Good Ocean Acidification Article

While the threat of ocean acidification is not strictly a climate change issue, but rather another manifestation of burgeoning levels of carbon dioxide emissions, many of us discuss the issue in our CC courses for a number of reasons, including the potential synergism of climate change and acidification impacts in the marine environment, and the implications for focusing on reductions of carbon dioxide vs. the proverbial basket of GHG gases. Here’s a very good article in this context: J.E.N. Veron, Mass Extinctions and Ocean Acidification: Biological Constraints on Geological Dilemmas, 27 Coral Reefs 459-472 (2008).

Among the author’s key conclusions on the potential impacts of current trends of ocean acidification:

  1. There have been several historical eras in which most reefs have been lost, and it has taken millions of years for reappearance. For example, during the Ordovician extinction spasm, living reefs disappeared and did not reappear for another 4-6 million years; the period was even longer after the Triassic mass extinction, 6-8 million years;
  2. In the context of acidification impacts on coral reefs:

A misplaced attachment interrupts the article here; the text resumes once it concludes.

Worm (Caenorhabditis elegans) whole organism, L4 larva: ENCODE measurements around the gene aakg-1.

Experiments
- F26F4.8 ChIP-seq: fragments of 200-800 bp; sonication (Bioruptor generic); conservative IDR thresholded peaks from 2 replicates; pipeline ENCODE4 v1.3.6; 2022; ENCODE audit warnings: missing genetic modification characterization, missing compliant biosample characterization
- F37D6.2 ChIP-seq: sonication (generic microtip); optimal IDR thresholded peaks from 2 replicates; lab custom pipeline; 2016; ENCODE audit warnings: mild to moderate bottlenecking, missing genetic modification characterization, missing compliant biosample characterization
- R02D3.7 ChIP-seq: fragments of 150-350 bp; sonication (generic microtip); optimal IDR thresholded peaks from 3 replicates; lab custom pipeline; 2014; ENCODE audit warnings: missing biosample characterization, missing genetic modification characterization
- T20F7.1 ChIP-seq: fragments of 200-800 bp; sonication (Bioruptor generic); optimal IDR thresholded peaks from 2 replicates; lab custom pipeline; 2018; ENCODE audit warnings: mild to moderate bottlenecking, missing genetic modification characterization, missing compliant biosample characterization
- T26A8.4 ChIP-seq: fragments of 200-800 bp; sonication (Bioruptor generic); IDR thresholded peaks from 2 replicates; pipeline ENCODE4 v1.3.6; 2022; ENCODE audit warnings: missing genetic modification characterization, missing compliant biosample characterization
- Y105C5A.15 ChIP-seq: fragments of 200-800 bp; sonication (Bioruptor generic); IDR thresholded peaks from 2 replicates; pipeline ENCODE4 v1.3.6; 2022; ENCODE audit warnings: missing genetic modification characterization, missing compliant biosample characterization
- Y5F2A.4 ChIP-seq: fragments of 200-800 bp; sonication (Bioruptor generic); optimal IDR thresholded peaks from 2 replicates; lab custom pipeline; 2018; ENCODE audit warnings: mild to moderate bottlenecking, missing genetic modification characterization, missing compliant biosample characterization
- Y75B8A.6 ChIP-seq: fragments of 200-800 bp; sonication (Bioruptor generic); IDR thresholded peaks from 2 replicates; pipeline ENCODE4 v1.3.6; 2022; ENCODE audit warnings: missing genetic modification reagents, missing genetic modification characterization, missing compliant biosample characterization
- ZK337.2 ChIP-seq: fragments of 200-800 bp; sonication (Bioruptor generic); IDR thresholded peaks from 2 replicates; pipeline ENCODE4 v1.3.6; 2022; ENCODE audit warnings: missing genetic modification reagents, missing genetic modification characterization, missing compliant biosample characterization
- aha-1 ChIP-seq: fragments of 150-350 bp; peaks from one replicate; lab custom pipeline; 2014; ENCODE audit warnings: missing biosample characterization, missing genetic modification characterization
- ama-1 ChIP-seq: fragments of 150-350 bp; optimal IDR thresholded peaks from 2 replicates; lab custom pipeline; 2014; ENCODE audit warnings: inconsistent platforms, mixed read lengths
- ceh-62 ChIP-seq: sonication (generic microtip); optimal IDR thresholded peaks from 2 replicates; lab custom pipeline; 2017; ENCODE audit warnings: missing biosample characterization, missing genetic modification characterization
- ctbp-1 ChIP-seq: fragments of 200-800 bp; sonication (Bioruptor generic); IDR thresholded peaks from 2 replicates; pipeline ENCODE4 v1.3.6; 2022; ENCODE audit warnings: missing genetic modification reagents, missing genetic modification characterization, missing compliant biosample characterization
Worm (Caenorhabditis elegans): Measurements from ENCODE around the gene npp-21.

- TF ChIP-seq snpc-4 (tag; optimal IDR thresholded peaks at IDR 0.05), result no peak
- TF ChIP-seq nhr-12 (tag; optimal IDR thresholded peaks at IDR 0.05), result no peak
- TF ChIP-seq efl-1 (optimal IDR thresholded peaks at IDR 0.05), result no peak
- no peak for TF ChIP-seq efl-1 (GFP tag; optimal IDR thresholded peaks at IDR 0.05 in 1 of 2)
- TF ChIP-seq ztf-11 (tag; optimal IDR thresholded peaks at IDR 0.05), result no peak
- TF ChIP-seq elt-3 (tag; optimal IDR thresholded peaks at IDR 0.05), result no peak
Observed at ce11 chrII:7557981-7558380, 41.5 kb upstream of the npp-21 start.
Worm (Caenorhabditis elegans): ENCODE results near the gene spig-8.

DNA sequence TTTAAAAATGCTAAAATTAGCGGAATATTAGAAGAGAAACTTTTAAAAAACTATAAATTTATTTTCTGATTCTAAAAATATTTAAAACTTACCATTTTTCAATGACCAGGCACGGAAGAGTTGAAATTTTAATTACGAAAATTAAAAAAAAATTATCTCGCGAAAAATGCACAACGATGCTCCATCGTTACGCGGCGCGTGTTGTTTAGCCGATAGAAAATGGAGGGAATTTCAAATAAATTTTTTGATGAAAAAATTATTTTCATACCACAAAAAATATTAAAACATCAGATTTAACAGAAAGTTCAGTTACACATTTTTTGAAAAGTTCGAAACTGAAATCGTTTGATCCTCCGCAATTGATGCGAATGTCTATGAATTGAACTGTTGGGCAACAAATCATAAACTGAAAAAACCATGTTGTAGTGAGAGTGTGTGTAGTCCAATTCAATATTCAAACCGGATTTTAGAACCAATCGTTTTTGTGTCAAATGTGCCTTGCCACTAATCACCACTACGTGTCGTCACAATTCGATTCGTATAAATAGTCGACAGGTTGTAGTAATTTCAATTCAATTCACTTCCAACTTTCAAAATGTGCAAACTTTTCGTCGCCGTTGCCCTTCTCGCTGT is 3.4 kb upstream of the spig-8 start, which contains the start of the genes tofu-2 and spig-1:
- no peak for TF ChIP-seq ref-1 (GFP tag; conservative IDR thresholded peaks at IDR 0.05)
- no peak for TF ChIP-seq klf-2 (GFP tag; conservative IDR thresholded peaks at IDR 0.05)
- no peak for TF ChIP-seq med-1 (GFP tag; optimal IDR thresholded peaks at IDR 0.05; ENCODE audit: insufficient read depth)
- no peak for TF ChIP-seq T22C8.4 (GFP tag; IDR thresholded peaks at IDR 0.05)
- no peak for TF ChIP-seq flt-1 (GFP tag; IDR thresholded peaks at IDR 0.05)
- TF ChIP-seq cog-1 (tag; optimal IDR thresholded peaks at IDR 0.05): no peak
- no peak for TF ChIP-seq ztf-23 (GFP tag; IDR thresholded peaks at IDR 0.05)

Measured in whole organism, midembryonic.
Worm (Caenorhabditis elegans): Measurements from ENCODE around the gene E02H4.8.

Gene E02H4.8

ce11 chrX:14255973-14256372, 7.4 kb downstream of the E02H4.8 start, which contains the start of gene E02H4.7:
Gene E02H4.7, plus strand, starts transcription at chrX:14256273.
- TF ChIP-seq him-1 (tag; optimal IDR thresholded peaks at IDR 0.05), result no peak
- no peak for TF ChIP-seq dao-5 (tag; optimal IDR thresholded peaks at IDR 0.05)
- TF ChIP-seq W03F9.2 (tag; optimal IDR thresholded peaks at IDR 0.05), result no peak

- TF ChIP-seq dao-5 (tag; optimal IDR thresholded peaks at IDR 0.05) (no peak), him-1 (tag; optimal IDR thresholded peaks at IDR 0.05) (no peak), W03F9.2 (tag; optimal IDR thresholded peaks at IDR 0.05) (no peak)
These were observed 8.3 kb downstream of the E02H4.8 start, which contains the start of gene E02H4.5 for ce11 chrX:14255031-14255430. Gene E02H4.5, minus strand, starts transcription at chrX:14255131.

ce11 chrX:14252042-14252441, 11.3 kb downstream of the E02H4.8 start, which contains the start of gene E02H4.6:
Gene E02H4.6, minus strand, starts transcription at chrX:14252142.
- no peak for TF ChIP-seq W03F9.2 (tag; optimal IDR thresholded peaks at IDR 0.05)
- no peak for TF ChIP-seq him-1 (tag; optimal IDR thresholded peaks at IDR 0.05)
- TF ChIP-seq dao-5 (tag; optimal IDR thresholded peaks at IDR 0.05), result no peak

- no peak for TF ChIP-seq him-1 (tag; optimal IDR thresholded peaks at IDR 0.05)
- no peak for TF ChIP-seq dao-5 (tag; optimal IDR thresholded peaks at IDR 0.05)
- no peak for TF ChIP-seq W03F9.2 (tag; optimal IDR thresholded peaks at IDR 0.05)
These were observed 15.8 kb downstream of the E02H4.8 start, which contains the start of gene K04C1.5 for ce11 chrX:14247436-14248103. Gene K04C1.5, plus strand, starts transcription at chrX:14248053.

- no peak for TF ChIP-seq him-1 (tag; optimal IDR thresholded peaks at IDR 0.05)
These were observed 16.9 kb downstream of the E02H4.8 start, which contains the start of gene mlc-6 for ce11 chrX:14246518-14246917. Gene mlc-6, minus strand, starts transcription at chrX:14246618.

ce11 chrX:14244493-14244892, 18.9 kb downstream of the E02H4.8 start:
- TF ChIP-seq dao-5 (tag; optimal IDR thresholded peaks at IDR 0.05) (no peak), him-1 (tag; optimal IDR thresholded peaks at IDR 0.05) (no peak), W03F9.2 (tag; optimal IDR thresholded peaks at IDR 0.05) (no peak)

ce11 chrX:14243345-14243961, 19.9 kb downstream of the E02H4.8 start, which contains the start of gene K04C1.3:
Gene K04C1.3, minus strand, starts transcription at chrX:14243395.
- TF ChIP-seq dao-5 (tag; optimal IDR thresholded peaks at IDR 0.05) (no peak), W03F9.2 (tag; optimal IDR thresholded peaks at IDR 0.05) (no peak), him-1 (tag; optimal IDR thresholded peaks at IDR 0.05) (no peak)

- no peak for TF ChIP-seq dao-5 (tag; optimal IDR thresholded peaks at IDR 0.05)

• Fast-growing branching species, especially Acropora and ecological equivalents, would likely be most affected by ocean acidification, the very species that make reefs resilient to physical damage, [including phenomena that are likely to be exacerbated by climate change, violent weather events];
    • Acidification is now believed to have been the most probably cause of both mass coral extinctions in the past, as well as the abiding factor preventing reefs from recovering for millions of years. However other factors, e.g. low light, bleaching and deteriorating water quality have a role to play;
    • Unlike the enhanced greenhouse temperature effect of rising levels of carbon dioxide, the acidification effect of carbon dioxide will not reverse for a tremendously long time, until they are neutralized by the dissolving of calcium carbonate rocks and weathering of rocks on land
    • Should carbon dioxide levels reach 800 ppm later this century [a very credible scenario currently], ocean pH levels will decline by an average of 0.4 units, and dissolved carbonate ion concentrations will have decreased by almost 60%. “At that point all the reefs of the world will be eroding relicts;”
    • In a few centuries, ocean pH will drop to a point where other profound threats to the marine environment will be manifested, including anoxia, at which point Earth could enter its six mass extinction.

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